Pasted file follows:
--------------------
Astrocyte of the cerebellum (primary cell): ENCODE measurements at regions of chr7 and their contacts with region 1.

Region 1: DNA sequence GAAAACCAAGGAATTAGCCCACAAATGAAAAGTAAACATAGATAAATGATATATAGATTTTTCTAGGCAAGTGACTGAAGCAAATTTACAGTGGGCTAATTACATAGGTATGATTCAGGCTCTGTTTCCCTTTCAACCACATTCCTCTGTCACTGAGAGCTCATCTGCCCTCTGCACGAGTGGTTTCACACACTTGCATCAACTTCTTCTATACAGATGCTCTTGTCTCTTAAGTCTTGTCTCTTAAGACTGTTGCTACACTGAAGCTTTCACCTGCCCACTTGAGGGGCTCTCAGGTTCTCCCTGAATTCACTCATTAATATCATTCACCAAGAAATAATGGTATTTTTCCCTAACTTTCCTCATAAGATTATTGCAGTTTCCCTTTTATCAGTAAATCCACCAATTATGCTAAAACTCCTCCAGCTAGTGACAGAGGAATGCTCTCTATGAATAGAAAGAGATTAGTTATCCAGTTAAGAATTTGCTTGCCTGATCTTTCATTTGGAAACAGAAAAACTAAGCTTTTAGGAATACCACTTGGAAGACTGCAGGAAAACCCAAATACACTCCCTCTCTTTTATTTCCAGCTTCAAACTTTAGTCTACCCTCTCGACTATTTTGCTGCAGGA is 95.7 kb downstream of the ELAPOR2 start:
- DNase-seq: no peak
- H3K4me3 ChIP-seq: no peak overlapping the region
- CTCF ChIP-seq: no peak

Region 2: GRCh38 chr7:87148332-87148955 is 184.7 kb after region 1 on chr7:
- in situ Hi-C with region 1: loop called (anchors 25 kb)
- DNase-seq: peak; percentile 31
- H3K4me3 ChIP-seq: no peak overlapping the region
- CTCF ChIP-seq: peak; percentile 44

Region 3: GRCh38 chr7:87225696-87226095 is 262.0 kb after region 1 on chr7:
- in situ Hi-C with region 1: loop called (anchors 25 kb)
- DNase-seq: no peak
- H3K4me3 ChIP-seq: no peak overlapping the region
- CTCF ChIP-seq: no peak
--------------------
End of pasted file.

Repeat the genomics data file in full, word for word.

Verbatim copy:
Astrocyte of the cerebellum (primary cell): ENCODE measurements at regions of chr7 and their contacts with region 1.

Region 1: DNA sequence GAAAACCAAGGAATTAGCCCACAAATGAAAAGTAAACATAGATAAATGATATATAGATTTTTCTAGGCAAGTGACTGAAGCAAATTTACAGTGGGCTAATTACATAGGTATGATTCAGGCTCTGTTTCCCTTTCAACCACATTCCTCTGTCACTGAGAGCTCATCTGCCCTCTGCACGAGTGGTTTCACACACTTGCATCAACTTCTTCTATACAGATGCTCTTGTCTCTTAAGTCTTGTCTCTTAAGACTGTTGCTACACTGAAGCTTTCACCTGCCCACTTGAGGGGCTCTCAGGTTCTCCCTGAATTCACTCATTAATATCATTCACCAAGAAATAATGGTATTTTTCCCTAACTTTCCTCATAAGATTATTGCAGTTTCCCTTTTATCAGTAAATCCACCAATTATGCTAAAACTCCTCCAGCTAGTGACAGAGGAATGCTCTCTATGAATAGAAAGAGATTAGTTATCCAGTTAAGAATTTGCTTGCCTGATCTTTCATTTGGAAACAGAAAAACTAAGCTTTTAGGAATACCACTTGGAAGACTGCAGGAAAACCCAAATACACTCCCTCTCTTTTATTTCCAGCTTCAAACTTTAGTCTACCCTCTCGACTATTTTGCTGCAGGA is 95.7 kb downstream of the ELAPOR2 start:
- DNase-seq: no peak
- H3K4me3 ChIP-seq: no peak overlapping the region
- CTCF ChIP-seq: no peak

Region 2: GRCh38 chr7:87148332-87148955 is 184.7 kb after region 1 on chr7:
- in situ Hi-C with region 1: loop called (anchors 25 kb)
- DNase-seq: peak; percentile 31
- H3K4me3 ChIP-seq: no peak overlapping the region
- CTCF ChIP-seq: peak; percentile 44

Region 3: GRCh38 chr7:87225696-87226095 is 262.0 kb after region 1 on chr7:
- in situ Hi-C with region 1: loop called (anchors 25 kb)
- DNase-seq: no peak
- H3K4me3 ChIP-seq: no peak overlapping the region
- CTCF ChIP-seq: no peak